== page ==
FIG. 21 is a cross-sectional view of FIG. 19 taken at line 21--21 of FIG. 19 with a cross-sectional view of an endotracheal tube of the type shown in FIGS. 4a and 4c.
FIG. 22 is a top linear view of the combined guide and endotracheal tube shown in the cross-sectional view of FIG. 23.
FIG. 23 is a cross-sectional view similar to that of FIG. 21 except that the esophageal guide is flat and has a solid oblong cross-section.
FIG. 24 is a side view of the esophageal tube 1 showing a slight curvature through its length.
In FIG. 1 the flexible esophageal guide 1, no more than slightly curved along its length, is inserted in the patient's mouth 2 and pharynx 3 past the epiglottus 4. The corniculus or dividing wall 5 comprises the corniculate cartilage and the arytenoid cartilage which separates the trachea from the esophagus. The esophageal guide has a male adaptor 7 affixed thereto and extending along a substantial portion of the length thereof with the terminus 7' positioned near the opening of the trachea 8.
FIG. 2 is a perspective view of an esophageal guide 1 of this invention with male adaptor 7 affixed thereto and extending a substantial portion of the length thereof with terminus 7'.
FIGS. 3a through 3d show cross-sections of several modifications of esophageal guides with male adaptors 7 of various shapes affixed thereto.
FIG. 4a is an end view of the distal end of the endotracheal tube 9 showing slit 10.
FIG. 4c shows a longitudinal view of the end portion of endotracheal tube 9 having a slit 10 at the distal end. The end 10' of slit 10 is preferably rounded or curved to avoid a sharp corner or edge which might tear the wall of a passageway. Opening 10" may be omitted but is advantageously provided to allow a gradual transition of the position of having the slit 10 fitted on the male adaptor 7 of guide 1 to the position where the endotracheal tube is separated from the guide.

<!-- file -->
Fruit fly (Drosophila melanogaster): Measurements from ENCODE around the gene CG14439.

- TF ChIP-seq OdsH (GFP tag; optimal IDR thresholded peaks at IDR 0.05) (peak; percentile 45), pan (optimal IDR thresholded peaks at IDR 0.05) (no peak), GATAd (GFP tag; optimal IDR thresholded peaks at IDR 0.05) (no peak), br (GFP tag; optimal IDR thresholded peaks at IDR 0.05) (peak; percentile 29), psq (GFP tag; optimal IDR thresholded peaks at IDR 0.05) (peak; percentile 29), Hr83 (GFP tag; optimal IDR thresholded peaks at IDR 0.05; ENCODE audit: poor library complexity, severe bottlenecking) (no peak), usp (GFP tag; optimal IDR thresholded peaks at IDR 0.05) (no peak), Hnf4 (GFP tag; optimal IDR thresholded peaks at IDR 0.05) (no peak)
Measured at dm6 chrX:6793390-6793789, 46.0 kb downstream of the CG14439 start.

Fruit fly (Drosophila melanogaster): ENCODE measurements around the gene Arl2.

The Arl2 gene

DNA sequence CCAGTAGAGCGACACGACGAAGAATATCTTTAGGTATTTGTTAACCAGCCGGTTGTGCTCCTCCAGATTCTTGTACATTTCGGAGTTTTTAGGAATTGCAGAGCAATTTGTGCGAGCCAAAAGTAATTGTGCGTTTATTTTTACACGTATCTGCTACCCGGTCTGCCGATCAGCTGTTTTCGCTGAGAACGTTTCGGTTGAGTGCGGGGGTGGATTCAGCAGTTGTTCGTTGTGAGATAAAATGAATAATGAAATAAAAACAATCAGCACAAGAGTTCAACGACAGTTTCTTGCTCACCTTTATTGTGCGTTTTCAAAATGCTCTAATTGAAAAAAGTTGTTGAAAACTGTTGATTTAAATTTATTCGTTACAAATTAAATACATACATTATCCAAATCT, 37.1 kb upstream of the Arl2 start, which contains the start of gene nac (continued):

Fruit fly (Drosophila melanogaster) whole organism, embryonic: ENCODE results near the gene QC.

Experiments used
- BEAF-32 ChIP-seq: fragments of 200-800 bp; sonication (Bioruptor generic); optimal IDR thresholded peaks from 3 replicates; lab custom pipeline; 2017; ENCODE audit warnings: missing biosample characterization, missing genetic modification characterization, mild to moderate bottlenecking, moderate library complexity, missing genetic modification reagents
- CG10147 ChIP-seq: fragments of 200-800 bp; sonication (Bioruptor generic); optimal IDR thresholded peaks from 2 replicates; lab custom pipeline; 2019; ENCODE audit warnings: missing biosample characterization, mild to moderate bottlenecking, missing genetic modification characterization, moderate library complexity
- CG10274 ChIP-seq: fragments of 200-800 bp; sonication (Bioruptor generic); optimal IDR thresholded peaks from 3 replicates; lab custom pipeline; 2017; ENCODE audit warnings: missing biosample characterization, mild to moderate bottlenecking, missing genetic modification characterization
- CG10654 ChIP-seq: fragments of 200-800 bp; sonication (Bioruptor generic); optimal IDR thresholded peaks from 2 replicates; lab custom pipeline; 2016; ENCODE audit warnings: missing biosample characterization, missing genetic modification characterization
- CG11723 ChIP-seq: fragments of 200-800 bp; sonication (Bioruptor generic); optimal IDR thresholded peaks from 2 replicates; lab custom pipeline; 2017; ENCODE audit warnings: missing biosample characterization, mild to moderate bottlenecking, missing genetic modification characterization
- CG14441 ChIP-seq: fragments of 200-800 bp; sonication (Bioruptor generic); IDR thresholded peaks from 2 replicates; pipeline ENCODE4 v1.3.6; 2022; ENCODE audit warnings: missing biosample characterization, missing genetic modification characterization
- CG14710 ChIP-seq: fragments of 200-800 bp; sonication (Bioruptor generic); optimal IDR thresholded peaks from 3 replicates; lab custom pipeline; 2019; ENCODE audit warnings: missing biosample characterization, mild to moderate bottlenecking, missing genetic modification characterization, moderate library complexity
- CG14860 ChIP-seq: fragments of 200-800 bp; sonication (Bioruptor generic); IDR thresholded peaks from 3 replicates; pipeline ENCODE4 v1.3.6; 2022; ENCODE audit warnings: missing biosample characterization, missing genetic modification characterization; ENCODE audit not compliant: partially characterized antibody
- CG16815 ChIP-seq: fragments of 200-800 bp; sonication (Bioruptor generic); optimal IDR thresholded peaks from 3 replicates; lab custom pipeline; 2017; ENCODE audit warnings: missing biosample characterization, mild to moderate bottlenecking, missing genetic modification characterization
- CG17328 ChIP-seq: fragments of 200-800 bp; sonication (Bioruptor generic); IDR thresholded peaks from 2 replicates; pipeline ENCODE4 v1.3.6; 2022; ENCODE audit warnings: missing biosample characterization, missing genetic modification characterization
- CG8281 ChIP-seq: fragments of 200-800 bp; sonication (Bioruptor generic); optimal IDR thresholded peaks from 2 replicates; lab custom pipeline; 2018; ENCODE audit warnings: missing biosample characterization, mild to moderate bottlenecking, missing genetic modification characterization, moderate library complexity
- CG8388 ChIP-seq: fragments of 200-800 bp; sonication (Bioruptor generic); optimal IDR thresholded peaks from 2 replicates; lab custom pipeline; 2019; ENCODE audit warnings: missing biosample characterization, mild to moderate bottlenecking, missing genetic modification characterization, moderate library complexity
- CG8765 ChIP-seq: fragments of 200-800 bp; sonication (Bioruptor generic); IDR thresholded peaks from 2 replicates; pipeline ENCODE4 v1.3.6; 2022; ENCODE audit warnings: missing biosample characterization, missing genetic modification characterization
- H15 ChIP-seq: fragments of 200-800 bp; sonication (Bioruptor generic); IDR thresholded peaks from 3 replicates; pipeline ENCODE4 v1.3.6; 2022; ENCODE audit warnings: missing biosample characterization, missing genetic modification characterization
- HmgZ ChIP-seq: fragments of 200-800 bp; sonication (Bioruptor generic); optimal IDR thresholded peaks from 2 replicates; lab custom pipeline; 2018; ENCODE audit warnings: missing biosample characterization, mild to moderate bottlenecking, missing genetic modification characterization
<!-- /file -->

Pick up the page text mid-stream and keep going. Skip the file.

FIG. 4b shows sleeve 9' affixed over the distal end of endotracheal tube 9 with slit 10 in the sleeve.
FIG. 4d is a longitudinal top view of sleeve 9' fitted over the distal end portion of endotracheal tube 9 showing slit 10, opening 10" and rounded or curved edges 10' of slit 10. As stated above these rounded or curved edges are to avoid any tearing or cutting of the walls of the human passageways through which the endotracheal tube is passed.
FIG. 5 is a view similar to that of FIG. 1 with endotracheal tube 9, which is advantageously more curved along its length than the esophageal guide and being affixed to the esophageal guide in a preliminary position with the slit of the endotracheal tube being fitted over the track or adaptor 7 on the esophageal guide 1. The distal end 7' of the track is positioned just short of the esophagus with the distal end of the esophageal tube extending into the esophagus.
FIG. 5a is a partial view of the end of esophageal guide 1 which remains outside the mouth with the slit 10 of the endotracheal tube being introduced on the track 7 on the guide.
FIG. 5b is a longitudinal partial cross-sectional view taken at line 5b--5b of FIG. 5a showing the narrow part 7" of adaptor 7 embraced by the two edges of slit 10. Opening 10" is at the end of slit 10 through which track 7 separates from the slit 10 where endotracheal tube 9 is no longer attached to the track 7 of esophageal guide 1.
FIG. 6 is a view similar to that of FIG. 5 with the endotracheal tube 9 extended all the way to the end of adaptor 7 (not shown). When the endotracheal tube is advanced to the position shown by the dotted lines 9', the curvature of the endotracheal tube turns its distal end away from the esophageal guide and into the trachea as shown in FIG. 7.
FIG. 8 is a view similar to that shown in FIG. 7 except that the esophageal guide has been substantially withdrawn.
FIG. 9 shows a special modification of an esophageal guide of this invention with the male adaptor 7 veering sharply away from its substantially parallel attachment to the esophageal guide. This sharp veering is effected by means of fin 11 which is increased in width toward the end of adaptor 7. This fin decreases sharply in supporting width from its greatest width at the adaptor terminus to a zero width a short distance from the terminus. The fin is cut at an angle so as to form a hook as shown in FIG. 9 which will position the end of adaptor 7 far enough away from the esophageal guide to be positioned at the entrance to the trachea. This positioning gives even greater assurance that the endotracheal tube 9 will be guided directly into the trachea as shown by the view of FIG. 10.